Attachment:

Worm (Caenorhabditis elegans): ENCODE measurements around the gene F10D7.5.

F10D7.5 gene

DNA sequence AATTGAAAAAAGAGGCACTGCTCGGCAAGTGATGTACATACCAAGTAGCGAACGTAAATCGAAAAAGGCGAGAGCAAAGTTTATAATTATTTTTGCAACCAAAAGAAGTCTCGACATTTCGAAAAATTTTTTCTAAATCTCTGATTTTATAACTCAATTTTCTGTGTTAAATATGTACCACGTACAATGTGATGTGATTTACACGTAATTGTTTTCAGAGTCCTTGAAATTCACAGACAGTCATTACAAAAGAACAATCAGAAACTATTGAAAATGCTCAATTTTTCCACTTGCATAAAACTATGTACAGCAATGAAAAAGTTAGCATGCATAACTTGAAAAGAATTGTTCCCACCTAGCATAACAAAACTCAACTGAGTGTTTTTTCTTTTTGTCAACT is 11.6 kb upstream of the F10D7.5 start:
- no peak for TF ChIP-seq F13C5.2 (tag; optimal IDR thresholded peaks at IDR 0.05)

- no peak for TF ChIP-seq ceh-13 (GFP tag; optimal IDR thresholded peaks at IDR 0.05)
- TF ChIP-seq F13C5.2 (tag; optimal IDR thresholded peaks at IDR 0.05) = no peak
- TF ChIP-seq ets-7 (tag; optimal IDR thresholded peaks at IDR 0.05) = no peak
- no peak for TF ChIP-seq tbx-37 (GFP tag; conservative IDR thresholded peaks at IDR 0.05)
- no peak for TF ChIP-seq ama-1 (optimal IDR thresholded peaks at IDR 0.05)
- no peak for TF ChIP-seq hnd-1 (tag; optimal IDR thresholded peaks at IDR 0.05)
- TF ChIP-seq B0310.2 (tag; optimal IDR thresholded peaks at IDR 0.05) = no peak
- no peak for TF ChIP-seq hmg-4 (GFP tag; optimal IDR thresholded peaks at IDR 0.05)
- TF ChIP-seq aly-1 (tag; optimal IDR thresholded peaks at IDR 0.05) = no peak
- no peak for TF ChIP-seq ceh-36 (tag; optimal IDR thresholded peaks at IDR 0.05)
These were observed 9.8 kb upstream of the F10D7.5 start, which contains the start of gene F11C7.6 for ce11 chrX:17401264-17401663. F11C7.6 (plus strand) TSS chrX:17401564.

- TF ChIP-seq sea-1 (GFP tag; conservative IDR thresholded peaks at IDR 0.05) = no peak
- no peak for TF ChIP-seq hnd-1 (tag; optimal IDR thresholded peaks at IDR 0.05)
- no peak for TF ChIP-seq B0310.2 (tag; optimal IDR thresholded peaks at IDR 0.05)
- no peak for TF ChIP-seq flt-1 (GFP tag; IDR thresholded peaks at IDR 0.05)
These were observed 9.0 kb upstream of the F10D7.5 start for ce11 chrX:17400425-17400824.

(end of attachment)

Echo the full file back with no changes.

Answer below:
Worm (Caenorhabditis elegans): ENCODE measurements around the gene F10D7.5.

F10D7.5 gene

DNA sequence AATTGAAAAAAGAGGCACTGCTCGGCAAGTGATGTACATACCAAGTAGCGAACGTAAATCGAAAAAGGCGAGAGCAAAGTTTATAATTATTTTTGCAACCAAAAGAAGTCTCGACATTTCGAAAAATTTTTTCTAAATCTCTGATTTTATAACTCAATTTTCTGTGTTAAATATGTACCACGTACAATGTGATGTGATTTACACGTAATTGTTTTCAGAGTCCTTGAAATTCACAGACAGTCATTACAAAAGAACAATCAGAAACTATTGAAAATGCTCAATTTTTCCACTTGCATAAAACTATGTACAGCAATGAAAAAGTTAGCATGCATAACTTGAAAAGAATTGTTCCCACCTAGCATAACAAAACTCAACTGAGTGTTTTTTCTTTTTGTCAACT is 11.6 kb upstream of the F10D7.5 start:
- no peak for TF ChIP-seq F13C5.2 (tag; optimal IDR thresholded peaks at IDR 0.05)

- no peak for TF ChIP-seq ceh-13 (GFP tag; optimal IDR thresholded peaks at IDR 0.05)
- TF ChIP-seq F13C5.2 (tag; optimal IDR thresholded peaks at IDR 0.05) = no peak
- TF ChIP-seq ets-7 (tag; optimal IDR thresholded peaks at IDR 0.05) = no peak
- no peak for TF ChIP-seq tbx-37 (GFP tag; conservative IDR thresholded peaks at IDR 0.05)
- no peak for TF ChIP-seq ama-1 (optimal IDR thresholded peaks at IDR 0.05)
- no peak for TF ChIP-seq hnd-1 (tag; optimal IDR thresholded peaks at IDR 0.05)
- TF ChIP-seq B0310.2 (tag; optimal IDR thresholded peaks at IDR 0.05) = no peak
- no peak for TF ChIP-seq hmg-4 (GFP tag; optimal IDR thresholded peaks at IDR 0.05)
- TF ChIP-seq aly-1 (tag; optimal IDR thresholded peaks at IDR 0.05) = no peak
- no peak for TF ChIP-seq ceh-36 (tag; optimal IDR thresholded peaks at IDR 0.05)
These were observed 9.8 kb upstream of the F10D7.5 start, which contains the start of gene F11C7.6 for ce11 chrX:17401264-17401663. F11C7.6 (plus strand) TSS chrX:17401564.

- TF ChIP-seq sea-1 (GFP tag; conservative IDR thresholded peaks at IDR 0.05) = no peak
- no peak for TF ChIP-seq hnd-1 (tag; optimal IDR thresholded peaks at IDR 0.05)
- no peak for TF ChIP-seq B0310.2 (tag; optimal IDR thresholded peaks at IDR 0.05)
- no peak for TF ChIP-seq flt-1 (GFP tag; IDR thresholded peaks at IDR 0.05)
These were observed 9.0 kb upstream of the F10D7.5 start for ce11 chrX:17400425-17400824.